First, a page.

Skip to main content Skip to footer site map

BWW Review: AMERICAN DREAMS at Marin Theatre Company

Article Pixel

MERICAN DREAMS at Marin Theatre Company

BWW Review: AMERICAN DREAMS at Marin Theatre Company

American Dreams

Written by Leila Buck

Directed by Tamilla Woodard

Marin Theatre Company in Partnership with Working Theatre (NYC)

10 November 2020

Marin Theatre Company partners with Working Theatre (NYC) and five other theatre companies in presenting the West Coast Digital Debut of Leila Buck's interactive theatrical experience, American Dreams. In the year of COVID-19, digital productions are the New Medium and companies are experimenting with available styles, either live recorded productions or in this case, a Zoom presentation similar to our work at home business meetings.

American Dreams is presented as a participatory performance game show where we the audience vote to grant citizenship to one of three deserving contestants. We're introduced to Adil, Alejandro and Usman, each with compelling stories and dreams of achieving their own unique interpretation of the American Dream. Adil (Ali Andre Ali) is a farm to table chef in Bethlehem, Usman (Imran Sheikh) graduated from Rutgers and is an illustrator from Pakistan and Alejandro (Andrew Aaron Valdez) is a medic/poet from Mexico. All three give meaty, sympathetic performances that far transcend any unfortunate stereotypes.

BWW Review: AMERICAN DREAMS at Marin Theatre Company
Jens Rasmussen and Leila Buck, who is also the playwright, portray the American Dreams game show hosts.

There are multiple rounds to the game show, hosted by Chris (Jens Rasmussen) and Sherry (playwright Leila Buck) played as real stereotypical game show hosts - smarmy and phony. India Nicole Burton plays the shows producer and rouses up the Zoom audience to applaud on cue and answer voting polls throughout the show. My performance had numerous mishaps on the productions side - video out of sync with the audio and issues with corralling so many Zoom interfaces into a cohesive unit. I found the Zoom interface distracting although I applaud the intention of the participatory nature.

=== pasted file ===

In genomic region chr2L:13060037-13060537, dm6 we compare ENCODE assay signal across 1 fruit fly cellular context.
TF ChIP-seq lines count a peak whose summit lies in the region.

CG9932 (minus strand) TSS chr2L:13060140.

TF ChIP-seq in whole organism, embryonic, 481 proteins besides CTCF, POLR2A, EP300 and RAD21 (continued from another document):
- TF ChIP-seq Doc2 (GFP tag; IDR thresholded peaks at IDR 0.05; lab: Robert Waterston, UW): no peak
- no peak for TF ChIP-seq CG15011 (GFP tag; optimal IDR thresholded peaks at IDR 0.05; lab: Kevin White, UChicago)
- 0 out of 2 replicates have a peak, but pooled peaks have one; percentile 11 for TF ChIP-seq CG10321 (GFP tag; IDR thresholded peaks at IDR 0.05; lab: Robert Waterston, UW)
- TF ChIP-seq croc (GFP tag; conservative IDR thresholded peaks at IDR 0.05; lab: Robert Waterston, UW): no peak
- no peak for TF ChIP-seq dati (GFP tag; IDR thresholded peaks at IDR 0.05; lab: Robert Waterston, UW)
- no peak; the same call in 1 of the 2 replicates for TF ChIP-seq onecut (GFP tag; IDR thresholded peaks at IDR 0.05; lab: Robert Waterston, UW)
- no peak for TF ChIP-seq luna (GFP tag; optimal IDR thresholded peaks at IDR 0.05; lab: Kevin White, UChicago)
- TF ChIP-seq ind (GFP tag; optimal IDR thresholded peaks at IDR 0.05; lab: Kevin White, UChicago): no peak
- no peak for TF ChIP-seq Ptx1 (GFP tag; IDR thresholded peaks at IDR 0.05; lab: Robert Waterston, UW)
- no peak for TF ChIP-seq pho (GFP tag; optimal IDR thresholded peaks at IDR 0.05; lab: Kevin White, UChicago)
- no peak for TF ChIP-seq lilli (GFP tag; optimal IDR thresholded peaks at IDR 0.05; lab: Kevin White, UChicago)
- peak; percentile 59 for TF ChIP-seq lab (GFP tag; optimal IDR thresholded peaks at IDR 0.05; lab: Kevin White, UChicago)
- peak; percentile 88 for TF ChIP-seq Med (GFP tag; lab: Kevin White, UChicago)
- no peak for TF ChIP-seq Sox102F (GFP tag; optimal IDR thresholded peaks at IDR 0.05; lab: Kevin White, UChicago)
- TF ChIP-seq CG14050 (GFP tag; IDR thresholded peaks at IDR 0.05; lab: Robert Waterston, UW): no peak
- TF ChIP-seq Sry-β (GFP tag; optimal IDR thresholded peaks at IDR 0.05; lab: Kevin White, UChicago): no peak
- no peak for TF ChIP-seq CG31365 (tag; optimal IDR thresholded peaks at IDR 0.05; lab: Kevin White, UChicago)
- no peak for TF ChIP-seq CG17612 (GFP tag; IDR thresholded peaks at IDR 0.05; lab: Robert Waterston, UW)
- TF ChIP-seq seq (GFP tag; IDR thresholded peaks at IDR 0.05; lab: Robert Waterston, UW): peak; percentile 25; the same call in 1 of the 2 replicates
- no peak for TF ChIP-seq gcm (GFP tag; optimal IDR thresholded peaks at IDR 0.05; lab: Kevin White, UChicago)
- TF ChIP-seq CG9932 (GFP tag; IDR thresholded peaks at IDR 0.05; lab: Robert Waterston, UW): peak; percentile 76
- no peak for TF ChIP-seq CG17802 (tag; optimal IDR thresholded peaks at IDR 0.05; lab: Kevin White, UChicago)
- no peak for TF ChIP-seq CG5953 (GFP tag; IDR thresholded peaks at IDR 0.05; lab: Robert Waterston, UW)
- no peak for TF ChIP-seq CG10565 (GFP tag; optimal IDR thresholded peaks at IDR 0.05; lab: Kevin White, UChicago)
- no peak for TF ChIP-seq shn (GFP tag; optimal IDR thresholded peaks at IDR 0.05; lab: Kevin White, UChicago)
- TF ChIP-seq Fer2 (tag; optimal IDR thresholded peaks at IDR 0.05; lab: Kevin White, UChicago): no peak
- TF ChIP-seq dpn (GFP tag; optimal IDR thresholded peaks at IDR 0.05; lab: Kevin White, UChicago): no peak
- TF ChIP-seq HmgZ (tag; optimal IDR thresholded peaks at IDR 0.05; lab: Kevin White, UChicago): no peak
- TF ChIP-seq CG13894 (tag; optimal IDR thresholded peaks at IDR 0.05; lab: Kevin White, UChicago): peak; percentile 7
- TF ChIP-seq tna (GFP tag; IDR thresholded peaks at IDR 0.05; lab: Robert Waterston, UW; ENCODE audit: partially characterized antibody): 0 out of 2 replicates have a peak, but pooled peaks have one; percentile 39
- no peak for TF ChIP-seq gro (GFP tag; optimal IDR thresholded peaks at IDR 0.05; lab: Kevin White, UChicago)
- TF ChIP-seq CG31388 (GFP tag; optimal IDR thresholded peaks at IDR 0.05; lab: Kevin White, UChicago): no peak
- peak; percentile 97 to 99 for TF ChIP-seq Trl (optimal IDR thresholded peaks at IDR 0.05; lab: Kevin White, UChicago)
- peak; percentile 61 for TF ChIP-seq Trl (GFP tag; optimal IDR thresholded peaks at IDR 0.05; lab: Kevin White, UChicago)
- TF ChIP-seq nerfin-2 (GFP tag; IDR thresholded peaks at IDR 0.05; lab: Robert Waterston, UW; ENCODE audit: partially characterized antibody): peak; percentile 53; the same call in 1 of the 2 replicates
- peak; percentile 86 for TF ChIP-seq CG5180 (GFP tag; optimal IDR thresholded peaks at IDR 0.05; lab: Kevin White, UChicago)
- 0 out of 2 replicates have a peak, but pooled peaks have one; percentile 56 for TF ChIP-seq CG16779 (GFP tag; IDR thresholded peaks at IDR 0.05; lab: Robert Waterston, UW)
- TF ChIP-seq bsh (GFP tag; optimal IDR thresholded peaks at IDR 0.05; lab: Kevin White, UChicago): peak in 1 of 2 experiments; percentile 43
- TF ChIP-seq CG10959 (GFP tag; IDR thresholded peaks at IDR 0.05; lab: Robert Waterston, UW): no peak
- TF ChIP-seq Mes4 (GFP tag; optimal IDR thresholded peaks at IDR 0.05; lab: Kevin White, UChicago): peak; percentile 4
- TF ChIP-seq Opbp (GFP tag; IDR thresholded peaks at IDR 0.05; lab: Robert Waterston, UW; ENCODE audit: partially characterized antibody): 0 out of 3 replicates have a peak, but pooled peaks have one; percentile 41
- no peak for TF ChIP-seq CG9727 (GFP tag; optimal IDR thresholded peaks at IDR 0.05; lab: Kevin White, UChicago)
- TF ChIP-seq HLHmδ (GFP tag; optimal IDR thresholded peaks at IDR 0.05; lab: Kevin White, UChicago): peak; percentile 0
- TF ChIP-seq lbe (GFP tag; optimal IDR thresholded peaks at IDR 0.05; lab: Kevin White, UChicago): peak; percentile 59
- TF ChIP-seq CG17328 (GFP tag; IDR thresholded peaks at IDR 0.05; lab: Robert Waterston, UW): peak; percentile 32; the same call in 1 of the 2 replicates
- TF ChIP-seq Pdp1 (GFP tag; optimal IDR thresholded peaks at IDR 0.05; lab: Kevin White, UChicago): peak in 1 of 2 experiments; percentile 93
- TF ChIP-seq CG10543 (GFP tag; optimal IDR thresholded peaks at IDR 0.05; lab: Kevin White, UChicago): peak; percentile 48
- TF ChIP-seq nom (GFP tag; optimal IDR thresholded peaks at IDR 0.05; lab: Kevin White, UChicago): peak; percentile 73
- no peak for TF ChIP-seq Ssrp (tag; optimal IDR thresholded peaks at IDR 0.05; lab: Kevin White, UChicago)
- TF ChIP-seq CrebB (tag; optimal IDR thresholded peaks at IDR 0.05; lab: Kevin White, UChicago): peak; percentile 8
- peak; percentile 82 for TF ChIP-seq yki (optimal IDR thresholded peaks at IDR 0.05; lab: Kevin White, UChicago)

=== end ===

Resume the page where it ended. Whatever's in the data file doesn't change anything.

The heft of this production was a section titled the American Dream Round, allowing each contestant to present their case to the audience. All three nail their appeals, delivering thoughtful and genuine arguments. They speak of public service, philanthropy and opportunity - values that should resonate deeply with Americans. If the pointy of this production is to portray immigrants in a new, more sympathetic light, goal achieved.

BWW Review: AMERICAN DREAMS at Marin Theatre Company
A contestant (Ali Andre Ali, center) faces tests to see how much he understands about America.

Just when you're feeling all fuzzy and warm, there's the Hot Seat Round, a nasty, dark inquisition by the hosts that comes directly from the past four-year Trump regime. Each contestant is grilled mercilessly over political, social and religious beliefs, their answers twisted and manipulated into grotesque bigotry and animosity. This section seems to come out of nowhere and the audience is made to react to these harangues with a Roman Coliseum thumbs up or down.

I have to assume all this is intentional and writer Buck wants us to feel both sympathy and antipathy towards those who desire to immigrate to the US. Should we look deeper into each persons American Dream or assume they fit ugly xenophobic stereotypes? Food for thought.

American Dreams runs through November 15th. Contact Marin Theatre Company | (415) 388-5208 |

Photos by Cherie B. Tay

Related Articles View More San Francisco Stories   Shows

From This Author Steve Murray